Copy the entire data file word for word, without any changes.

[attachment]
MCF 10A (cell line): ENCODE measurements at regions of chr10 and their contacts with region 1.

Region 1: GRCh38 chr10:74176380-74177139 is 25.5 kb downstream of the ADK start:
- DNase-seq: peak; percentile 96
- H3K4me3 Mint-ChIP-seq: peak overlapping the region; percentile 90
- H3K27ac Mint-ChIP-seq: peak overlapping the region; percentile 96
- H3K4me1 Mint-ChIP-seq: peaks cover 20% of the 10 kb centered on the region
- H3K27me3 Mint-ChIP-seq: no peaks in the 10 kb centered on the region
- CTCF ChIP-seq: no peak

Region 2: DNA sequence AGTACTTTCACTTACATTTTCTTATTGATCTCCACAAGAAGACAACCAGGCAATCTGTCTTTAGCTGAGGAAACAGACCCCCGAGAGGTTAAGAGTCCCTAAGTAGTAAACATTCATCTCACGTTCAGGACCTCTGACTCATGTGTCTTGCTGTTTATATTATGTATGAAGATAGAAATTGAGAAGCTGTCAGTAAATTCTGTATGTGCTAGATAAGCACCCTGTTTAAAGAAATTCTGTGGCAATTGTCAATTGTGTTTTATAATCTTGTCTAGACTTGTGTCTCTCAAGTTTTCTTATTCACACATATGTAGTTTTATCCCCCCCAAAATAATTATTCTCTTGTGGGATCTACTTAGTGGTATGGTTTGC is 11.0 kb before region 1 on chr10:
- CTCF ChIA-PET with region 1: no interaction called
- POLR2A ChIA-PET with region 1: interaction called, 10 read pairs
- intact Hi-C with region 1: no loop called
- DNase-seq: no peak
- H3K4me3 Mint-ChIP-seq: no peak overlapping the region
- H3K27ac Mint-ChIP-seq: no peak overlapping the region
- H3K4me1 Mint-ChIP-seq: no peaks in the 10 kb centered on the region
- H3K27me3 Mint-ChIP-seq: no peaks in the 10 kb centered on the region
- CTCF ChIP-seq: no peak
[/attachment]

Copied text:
MCF 10A (cell line): ENCODE measurements at regions of chr10 and their contacts with region 1.

Region 1: GRCh38 chr10:74176380-74177139 is 25.5 kb downstream of the ADK start:
- DNase-seq: peak; percentile 96
- H3K4me3 Mint-ChIP-seq: peak overlapping the region; percentile 90
- H3K27ac Mint-ChIP-seq: peak overlapping the region; percentile 96
- H3K4me1 Mint-ChIP-seq: peaks cover 20% of the 10 kb centered on the region
- H3K27me3 Mint-ChIP-seq: no peaks in the 10 kb centered on the region
- CTCF ChIP-seq: no peak

Region 2: DNA sequence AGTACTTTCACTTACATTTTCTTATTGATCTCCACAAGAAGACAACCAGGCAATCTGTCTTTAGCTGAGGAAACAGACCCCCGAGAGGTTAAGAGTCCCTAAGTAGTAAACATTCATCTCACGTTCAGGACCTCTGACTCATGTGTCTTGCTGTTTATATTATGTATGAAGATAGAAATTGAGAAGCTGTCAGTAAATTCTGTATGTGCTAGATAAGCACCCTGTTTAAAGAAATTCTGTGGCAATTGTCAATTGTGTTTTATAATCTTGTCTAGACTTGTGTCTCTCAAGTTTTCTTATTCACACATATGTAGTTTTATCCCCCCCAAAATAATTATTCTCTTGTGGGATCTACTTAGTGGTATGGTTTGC is 11.0 kb before region 1 on chr10:
- CTCF ChIA-PET with region 1: no interaction called
- POLR2A ChIA-PET with region 1: interaction called, 10 read pairs
- intact Hi-C with region 1: no loop called
- DNase-seq: no peak
- H3K4me3 Mint-ChIP-seq: no peak overlapping the region
- H3K27ac Mint-ChIP-seq: no peak overlapping the region
- H3K4me1 Mint-ChIP-seq: no peaks in the 10 kb centered on the region
- H3K27me3 Mint-ChIP-seq: no peaks in the 10 kb centered on the region
- CTCF ChIP-seq: no peak